The ECB will reconsider ‘insulting’ ticketing policy after being accused of sexism for giving over 13,000 fans a refund because of bad weather – despite having watched a full game in the women’s Hundred
- The ECB will reconsider their ticketing policy after being accused of sexism
- The men’s Hundred game at Lord’s was called off because of bad weather
- But supporters had watched a full game in the women’s Hundred earlier
- Fans would not have been entitled to a refund if the roles had been reversed
The ECB have said they will reconsider an ‘insulting’ ticketing policy after more than 13,000 fans at Lord’s were given a full refund because of bad weather – despite the fact that they had watched a full game in the women’s Hundred.
The refund was triggered when the subsequent men’s match, between London Spirit and Oval Invincibles, was rained off, prompting disbelief on social media at the double standards.
An ECB official told the The Telegraph that the refund system had been organised ‘before we moved to double-header fixtures’, and added: ‘With the women’s competition securing amazing support from fans, we need to consider if our current approach is now the appropriate one.’
The ECB will reconsider an ‘insulting’ ticketing policy after being accused of sexism for giving 13,000 fans a full refund despite having watched a full game of the women’s Hundred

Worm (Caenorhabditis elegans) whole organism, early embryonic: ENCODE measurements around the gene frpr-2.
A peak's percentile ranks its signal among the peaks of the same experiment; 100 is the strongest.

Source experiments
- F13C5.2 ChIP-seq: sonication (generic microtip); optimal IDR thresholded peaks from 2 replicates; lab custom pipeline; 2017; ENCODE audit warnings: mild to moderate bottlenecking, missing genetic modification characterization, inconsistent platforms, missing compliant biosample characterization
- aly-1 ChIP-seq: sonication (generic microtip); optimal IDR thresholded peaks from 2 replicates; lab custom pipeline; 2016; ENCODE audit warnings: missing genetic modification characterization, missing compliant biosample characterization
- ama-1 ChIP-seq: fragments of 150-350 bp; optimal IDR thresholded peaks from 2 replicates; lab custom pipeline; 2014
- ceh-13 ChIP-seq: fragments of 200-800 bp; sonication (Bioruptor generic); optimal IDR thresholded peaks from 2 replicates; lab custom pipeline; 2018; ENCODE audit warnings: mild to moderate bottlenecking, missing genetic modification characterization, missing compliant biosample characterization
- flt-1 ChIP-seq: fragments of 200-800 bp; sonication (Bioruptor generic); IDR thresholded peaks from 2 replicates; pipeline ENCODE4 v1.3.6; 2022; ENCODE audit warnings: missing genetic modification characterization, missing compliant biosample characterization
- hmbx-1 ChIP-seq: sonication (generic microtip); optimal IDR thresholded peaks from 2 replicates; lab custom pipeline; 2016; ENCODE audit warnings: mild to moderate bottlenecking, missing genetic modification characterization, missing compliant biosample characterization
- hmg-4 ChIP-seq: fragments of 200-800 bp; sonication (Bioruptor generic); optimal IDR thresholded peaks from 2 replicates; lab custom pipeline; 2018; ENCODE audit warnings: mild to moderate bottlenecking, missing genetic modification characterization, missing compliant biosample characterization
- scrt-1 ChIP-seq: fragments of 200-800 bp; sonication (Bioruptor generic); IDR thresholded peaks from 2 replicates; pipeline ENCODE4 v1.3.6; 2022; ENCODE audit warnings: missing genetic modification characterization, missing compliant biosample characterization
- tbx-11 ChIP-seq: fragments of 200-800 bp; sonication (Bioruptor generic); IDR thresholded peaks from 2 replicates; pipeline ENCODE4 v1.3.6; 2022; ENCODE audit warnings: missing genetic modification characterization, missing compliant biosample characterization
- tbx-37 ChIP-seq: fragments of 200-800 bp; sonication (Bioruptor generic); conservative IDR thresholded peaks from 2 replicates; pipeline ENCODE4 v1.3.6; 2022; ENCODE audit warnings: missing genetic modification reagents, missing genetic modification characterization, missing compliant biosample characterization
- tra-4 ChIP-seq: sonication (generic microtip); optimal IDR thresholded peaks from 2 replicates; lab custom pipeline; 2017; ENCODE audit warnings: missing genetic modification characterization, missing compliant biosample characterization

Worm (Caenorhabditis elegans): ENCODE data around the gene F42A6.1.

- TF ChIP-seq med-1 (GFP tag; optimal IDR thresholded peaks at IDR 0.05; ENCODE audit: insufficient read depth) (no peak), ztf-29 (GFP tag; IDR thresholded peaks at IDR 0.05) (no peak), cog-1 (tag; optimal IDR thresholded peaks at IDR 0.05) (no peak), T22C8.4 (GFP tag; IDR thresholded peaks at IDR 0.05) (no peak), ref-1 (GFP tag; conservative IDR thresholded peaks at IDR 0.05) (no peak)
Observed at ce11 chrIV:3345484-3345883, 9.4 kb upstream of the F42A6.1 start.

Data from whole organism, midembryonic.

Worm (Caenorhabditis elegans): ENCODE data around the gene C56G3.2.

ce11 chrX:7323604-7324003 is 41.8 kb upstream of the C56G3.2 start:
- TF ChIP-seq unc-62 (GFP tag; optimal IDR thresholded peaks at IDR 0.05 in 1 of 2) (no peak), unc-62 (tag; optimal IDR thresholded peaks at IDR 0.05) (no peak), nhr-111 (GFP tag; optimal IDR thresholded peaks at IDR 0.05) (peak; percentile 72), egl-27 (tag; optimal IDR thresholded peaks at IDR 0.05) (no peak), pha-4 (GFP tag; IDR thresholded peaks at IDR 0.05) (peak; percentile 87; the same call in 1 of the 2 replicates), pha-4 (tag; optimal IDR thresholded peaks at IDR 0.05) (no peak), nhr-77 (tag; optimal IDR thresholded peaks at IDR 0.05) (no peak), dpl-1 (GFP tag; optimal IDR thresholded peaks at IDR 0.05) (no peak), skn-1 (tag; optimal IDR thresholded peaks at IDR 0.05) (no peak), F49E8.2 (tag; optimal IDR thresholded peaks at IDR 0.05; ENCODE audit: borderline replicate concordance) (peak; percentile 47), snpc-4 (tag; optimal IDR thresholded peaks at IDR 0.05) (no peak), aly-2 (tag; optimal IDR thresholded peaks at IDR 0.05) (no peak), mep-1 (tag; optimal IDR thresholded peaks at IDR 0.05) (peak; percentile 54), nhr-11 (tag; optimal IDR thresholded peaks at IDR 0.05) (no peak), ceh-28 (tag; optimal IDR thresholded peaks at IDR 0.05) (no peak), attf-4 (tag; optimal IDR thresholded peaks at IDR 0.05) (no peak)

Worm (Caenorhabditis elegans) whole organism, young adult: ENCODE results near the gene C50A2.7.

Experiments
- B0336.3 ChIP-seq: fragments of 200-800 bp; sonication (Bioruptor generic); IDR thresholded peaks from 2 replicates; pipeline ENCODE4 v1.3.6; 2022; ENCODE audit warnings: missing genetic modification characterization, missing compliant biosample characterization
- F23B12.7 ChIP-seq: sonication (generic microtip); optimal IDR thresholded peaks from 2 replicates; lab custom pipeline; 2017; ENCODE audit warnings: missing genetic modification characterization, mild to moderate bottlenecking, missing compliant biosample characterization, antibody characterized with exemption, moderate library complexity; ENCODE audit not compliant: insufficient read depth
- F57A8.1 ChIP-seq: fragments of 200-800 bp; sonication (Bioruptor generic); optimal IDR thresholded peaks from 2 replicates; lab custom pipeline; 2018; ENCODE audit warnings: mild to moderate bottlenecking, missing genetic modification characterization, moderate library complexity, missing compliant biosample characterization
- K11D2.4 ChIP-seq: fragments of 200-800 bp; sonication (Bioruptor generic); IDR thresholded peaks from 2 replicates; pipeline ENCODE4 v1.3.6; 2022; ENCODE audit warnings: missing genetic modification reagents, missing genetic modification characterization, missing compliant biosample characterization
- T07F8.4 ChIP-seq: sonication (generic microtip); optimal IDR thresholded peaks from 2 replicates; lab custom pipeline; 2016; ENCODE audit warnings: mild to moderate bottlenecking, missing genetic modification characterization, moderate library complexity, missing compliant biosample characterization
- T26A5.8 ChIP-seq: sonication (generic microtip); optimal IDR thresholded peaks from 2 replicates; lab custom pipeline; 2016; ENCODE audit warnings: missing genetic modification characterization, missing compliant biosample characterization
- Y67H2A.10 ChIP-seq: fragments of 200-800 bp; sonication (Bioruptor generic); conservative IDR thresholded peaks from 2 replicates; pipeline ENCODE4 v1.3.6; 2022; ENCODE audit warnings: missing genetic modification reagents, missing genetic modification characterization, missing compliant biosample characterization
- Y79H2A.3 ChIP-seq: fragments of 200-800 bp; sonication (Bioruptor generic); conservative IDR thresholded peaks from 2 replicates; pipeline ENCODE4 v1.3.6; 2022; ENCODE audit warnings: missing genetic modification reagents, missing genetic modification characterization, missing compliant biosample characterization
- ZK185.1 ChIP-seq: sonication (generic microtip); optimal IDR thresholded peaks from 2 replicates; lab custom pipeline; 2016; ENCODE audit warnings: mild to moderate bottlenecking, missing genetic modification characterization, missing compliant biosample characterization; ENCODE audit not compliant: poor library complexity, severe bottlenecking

The Oval Invincibles beat London Spirit at Lord’s before the men’s match was called off because of bad weather
It is understood that the refund would not have applied if the roles had been reversed, and only the men’s game had taken place.
But the apparent sexism of the policy left cricket lovers dumbfounded after five days in which the women’s game has received exposure like never before.
‘That’s incredibly off-brand and insulting,’ complained one fan on Twitter.
‘Could it not be 50% back if either of the double-header games is cancelled or 100% if both? Put it on the list of things to fix next year.’
Another said: ‘This is truly sad to see. I’ve been to rain affected games before and refunds based on overs etc..so surely half back would be right if one game seen and one not? I wonder the situation if the men’s game were first in any of the double headers.’
Fans would not have been entitled to a refund had it just been the women’s game called off
The Hundred kicked off with a historic women’s game between Oval Invincibles and Manchester Originals last week, which drew a crowd of 7,300 to the Oval.
That figure was almost doubled for the match at Lord’s, making it the largest crowd for a domestic women’s match.
Broadcaster and MCC member Isabelle Duncan described the policy as a ‘blunder’.
‘The Hundred was supposed to be the chance for women’s cricket to be placed on an equal footing,’ she told The Telegraph.
The Invincibles won by 15 runs as teenager Alice Capsey hit an impressive 59 off 41 balls
‘But this reflects badly on the England and Wales Cricket Board, and it sends out the wrong message, because it is implying that women’s cricket has no financial value.
‘Last week we heard about the massive salary gap between the male and female players, and now this.
‘You might say that it’s a technicality, but somebody at the ECB should have seen this one coming, and it’s too late now for the whole tournament. They can’t change ticket conditions once they’ve been sold.’
The Invincibles came out on top as teenager Alice Capsey hit 59 off 41 balls to help her side win by 15 runs.